It's not what the doctor ordered
Between Trump and 'the rocket man', aka Kim ...., the truly awful earthquake in Mexico, ongoing misery from the storm Maria, and the jaw-dropping lack of care, experienced by many thousands of travellers caught up in the Ryanair debacle, there's no shortage of fear, despondency and gloom in our world this week.
Amidst all of this there were some amazing science and medical stories to provide some respite and take our minds into a different zone, perhaps ponder possibilities. My favourite story was the birth of Molly (which means miracle) to mum Tess after several failed rounds of IVF and years after her menopause. No amount of profiling, research or stats could ever have predicted this event, seemingly impossible, yet like so much of our human experience, continues to surprise and shock us in equal measure.
We learned this week that Artificial Intelligence can be trained to spot structural changes in the brain linked to Alzheimer’s disease nearly 10 years before doctors can diagnose it through symptoms. According to New Scientist, a team at the University of Bari in Italy has developed a machine learning algorithm that is able to spot alterations in how different regions of the brain are connected – alterations that could be early signs of the disease.
At any level this is surely an incredible breakthrough, however I was interested to read some negative comments questioning the usefulness of enhanced knowledge, without a cure or critically adequate care facilities for sufferers and carers for this burgeoning condition. In other words seeking commensurate effort to caring and curing as finding out more.
This strikes a chord in today's data driven world where it sometimes feels as though we are being continually bled of all our personal information, but there doesn't seem to be a fair exchange of value in terms of a better service in return.
Take the Ryanair experience, like all airlines they know everything about their passengers, return dates, ages of passengers; perhaps even including forward car-hire arrangements and hotels booked, this being used to profile and market us even more services. And yet, when things go wrong, Ryanair's response was to treat their customers like random strangers, forcing them to expend all the effort in sorting out the mess caused not by them but wholly by Ryanair.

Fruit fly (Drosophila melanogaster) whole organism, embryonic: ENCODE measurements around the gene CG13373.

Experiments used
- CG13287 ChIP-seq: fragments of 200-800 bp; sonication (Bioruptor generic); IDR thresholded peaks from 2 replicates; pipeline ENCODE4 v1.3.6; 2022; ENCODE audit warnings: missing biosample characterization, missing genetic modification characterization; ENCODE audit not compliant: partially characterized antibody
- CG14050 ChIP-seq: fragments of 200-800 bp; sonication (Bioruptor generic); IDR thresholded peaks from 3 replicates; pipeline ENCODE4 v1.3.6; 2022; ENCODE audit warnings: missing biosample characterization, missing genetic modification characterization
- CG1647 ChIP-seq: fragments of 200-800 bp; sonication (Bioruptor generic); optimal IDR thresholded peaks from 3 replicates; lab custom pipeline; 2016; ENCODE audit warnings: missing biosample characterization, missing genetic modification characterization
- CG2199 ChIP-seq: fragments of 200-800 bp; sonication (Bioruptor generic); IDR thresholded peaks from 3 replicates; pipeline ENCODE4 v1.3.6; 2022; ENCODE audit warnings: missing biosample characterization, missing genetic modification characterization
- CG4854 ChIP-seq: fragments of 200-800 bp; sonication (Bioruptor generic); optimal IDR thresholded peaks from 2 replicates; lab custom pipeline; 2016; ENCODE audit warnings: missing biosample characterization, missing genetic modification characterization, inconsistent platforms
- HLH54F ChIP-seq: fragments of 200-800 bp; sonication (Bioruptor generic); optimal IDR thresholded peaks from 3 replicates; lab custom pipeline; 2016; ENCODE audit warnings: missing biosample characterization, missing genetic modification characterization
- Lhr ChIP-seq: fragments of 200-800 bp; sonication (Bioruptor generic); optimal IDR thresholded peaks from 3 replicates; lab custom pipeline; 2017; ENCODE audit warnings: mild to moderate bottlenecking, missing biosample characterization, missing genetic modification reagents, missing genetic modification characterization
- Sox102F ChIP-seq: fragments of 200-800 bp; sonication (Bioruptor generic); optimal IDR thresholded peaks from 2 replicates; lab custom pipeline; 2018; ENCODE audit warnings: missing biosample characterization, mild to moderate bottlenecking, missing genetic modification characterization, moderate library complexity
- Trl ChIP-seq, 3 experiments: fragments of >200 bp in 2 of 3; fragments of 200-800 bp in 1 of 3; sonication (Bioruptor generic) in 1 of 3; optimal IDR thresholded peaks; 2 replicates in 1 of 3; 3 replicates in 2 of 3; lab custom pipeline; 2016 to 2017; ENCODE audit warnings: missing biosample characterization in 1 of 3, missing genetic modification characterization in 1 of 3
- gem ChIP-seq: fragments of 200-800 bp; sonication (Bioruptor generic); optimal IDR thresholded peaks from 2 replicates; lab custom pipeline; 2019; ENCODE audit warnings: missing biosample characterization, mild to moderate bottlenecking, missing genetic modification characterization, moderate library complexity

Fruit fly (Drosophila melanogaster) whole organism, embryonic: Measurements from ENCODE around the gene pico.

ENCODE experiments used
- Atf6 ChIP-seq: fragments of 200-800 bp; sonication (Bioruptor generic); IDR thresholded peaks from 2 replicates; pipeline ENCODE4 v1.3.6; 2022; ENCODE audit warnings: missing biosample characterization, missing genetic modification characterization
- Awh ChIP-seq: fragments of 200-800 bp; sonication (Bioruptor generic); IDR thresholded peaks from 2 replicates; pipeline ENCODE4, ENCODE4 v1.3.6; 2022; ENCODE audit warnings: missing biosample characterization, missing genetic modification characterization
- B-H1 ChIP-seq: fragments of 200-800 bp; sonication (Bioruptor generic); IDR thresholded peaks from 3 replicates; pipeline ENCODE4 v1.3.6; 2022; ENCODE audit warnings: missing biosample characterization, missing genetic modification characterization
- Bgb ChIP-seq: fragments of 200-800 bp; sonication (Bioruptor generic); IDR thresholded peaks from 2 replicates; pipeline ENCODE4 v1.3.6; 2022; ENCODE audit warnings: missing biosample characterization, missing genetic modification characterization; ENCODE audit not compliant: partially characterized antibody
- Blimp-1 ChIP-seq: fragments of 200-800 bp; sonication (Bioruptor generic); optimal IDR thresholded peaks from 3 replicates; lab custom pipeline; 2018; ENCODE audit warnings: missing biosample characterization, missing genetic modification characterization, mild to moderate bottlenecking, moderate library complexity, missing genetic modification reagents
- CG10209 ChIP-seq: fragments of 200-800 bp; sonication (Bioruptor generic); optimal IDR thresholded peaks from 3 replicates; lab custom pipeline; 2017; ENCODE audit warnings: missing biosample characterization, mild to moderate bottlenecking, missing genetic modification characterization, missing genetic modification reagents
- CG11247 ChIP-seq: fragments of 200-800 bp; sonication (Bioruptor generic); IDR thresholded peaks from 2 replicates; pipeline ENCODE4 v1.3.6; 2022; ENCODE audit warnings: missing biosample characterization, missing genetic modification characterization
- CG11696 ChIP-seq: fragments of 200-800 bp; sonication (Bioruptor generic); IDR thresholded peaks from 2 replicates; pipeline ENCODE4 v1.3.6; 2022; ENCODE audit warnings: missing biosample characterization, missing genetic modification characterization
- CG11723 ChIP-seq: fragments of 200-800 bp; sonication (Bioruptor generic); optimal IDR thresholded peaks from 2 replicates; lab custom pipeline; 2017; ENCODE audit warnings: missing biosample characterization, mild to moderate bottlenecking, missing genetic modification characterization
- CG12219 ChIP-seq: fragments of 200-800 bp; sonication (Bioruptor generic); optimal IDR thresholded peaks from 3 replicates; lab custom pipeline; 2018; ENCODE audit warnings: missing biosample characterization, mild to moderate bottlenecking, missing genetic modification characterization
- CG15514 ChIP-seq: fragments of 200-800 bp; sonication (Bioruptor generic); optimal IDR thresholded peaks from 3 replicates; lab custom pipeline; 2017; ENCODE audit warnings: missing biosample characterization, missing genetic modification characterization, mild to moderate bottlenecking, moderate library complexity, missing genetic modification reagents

Depressingly, one financial expert urged investors to buy shares as 'the balls up will bounce back' affirming a belief (based on recent experiences) that we will forgive and forget in return for cheap flights. The jury's out in this one, our tolerance has surely been tested beyond this time.
My final medical research story is all about the assumptions we make based on consumer research and customer profiling. Baby boomers are wealthy; digital natives are self-managing and never need to speak to anyone; the elderly like to speak and won't go online. Increasing NPS is the only evidence we need that our ship is in good shape. Sound familiar?
Researchers from Nipissing University in Canada looked at how different facial features affect sexual behaviours. A sample of 314 students who are romantically involved were polled. We learned from the results that men with broader than normal faces are more sexually driven, likely to have affairs, and are more aggressive. Wayne Rooney was cited as an example of such a fit. Although the findings seem to be conclusive, some commentators have questioned the claims saying that there are too many variables, but it nevertheless demonstrates how we love to segment and categorise and often retro-fit supporting evidence to our existing beliefs. Although come to think of it Donald Trump and Kim fit the description. Let's not go there, it's way too depressing!
Conversations with the CCA network over the last week have all centred around the need to find out who is doing what in breaking down the barriers to digital success, and how to win the business case based on credible evidence.
As ever there's no substitute to sharing experiences and introducing serious challengers to the whole debate so make sure you join us at the highlight of the year, CCA Annual Convention. More than 350 leading customer service minds will convene to explore new concepts, exchange ideas and ultimately look to break down the insight to make sense for our business and colleagues as we work to realise our future service ambitions.